Music to Remember

In response to The Daily Post’s writing prompt: “Papa Loves Mambo.”

I grew up in a small yet cosy two bedroom house with my Mum, my Dad and my two sisters, nestled in 40 acres of sprawling woodland. My sisters and I spent a lot of our time running through tall grass and climbing up trees with fiery red bark. We had a cat called Meowie, but she scratched when I tried to cuddle her and mostly stayed outside.

We were a close family. I admired my two sisters infinitely – the older one, who was super smart and knew so much about the world, and the younger, who was an endless source of joy and humour. Both had the delicate features of my mother – lovely high cheekbones, light blue eyes and sandy blonde hair.

I was the middle child and took after my Dad. Brown hair and hazel eyes, highly sociable and keen to be at the centre of the action.

There was a lot of noise and busyness in our small house, but on the odd evening when we didn’t have plans or church events, my Dad would gather us together and play a few records.

My favourite was Dionne Warwick, an album where she sang Burt Bacharach songs.

I loved her sound and the sweet, sad melodies of her music. My heart soared when “Message to Michael” came on, and though I didn’t truly understand the lyrics to “Anyone who had a Heart”, I felt the melancholy that she expressed in the lilting of her voice.

Dionne Warwick’s timeless and soulful sounds still move me when I hear her music on my 60’s playlist during my commute, earbuds in as I settle at the back of the 36 bus. I watch the faces of passers by through the thick windows – some are puffy and weary with bags slacking off their shoulders, barely awake as they make their way to work. Others are steely and determined in smartly cut suits with a briefcase in one hand and a Starbucks in the other.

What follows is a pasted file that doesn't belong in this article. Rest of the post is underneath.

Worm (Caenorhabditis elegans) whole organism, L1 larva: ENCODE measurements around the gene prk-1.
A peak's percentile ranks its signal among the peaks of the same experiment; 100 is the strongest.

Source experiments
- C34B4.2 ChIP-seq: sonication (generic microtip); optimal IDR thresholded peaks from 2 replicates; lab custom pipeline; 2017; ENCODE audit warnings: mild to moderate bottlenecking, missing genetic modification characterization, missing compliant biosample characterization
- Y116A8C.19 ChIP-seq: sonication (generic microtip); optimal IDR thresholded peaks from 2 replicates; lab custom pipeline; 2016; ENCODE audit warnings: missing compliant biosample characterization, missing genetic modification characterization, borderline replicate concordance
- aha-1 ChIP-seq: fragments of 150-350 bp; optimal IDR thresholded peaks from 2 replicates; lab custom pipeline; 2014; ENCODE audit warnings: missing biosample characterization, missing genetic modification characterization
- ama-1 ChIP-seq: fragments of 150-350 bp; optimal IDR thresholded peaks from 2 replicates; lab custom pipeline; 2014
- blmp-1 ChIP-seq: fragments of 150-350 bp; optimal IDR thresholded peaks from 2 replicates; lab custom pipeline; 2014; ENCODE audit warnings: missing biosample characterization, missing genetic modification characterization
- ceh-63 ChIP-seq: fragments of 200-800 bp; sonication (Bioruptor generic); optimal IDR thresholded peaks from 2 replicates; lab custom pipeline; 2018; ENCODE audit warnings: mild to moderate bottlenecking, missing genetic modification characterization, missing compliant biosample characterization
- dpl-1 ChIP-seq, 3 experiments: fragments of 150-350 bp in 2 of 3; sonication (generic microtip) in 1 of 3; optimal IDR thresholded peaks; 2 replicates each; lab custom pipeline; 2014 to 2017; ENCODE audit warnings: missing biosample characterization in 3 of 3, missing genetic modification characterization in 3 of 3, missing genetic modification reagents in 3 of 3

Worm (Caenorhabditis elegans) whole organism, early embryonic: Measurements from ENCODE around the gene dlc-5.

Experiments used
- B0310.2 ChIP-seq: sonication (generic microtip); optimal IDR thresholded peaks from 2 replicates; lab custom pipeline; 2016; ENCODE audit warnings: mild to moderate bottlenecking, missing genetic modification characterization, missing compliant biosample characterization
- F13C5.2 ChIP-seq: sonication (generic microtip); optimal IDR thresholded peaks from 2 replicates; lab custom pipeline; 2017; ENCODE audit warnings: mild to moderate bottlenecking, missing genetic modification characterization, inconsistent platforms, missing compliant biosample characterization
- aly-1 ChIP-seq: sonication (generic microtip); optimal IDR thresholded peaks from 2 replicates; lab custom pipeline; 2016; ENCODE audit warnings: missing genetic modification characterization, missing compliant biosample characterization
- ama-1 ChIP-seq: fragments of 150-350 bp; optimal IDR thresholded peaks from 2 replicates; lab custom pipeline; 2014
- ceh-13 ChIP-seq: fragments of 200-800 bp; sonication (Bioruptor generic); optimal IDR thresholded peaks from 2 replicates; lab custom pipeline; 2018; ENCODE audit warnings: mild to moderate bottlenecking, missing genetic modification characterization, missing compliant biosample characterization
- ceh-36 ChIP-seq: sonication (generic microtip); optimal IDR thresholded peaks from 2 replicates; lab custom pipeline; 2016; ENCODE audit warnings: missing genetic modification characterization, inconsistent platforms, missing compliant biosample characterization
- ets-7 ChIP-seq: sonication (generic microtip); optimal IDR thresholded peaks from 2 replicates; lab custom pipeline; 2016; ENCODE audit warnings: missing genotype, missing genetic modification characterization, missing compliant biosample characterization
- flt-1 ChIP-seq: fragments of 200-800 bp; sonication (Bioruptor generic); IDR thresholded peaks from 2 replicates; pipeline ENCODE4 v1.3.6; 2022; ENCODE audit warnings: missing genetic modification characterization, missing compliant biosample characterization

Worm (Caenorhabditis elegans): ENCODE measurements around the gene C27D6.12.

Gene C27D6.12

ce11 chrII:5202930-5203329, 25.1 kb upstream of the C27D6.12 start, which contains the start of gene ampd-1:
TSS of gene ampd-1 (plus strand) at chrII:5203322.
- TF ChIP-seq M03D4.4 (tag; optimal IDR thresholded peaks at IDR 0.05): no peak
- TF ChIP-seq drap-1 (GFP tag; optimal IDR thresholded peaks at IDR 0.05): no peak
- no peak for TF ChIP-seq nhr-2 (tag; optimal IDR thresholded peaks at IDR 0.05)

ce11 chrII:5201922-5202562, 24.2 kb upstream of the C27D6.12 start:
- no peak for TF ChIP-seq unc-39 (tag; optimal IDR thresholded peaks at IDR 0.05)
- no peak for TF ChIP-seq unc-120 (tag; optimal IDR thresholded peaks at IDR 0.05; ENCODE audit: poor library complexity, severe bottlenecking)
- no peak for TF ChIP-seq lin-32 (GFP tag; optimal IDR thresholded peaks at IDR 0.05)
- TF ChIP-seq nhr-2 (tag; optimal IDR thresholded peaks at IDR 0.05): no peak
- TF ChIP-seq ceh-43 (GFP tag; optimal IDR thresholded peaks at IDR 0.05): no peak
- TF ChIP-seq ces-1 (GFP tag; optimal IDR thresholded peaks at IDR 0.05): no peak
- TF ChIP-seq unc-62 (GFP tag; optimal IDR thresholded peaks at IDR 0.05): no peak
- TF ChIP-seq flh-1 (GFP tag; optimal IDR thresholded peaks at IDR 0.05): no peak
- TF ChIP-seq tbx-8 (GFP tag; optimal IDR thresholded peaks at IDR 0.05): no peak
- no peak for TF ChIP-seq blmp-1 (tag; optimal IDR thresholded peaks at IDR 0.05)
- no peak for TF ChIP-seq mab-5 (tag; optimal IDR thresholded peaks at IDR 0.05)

I wonder if those people have someone who loves them, someone they can’t wait to see at the end of the day. I imagine them mentally saying a little prayer for their partner as they make their way along the city streets.

Perhaps they go home alone, still reeling from the sting of unrequited love, not knowing what to do with themselves. Or maybe the pain of a recent breakup consumes their thoughts, and they wonder if the object of their affection ever really had a heart in the first place. Maybe they are content to be by themselves, happy never to fall in love again.

Sometimes, when I’m at home after a long week’s work, I’ll get myself a hot cup of tea or a glass of wine, sit back, and browse YouTube, looking for the songs we listened to on our many long car journeys back when we were young. Songs from Amy Grant’s gospel album Age to Age, or around the festive season, music from our Christmas mixtape.

The songs that we listened to in that house in the woods – and the cassette tapes we sang along to on those long car journeys – they will always be the soundtrack of my childhood, and when I hear them today, they remind me of the love and strength of my family. Each of us individually and as a diverse, always growing, united unit, even when we are far apart.

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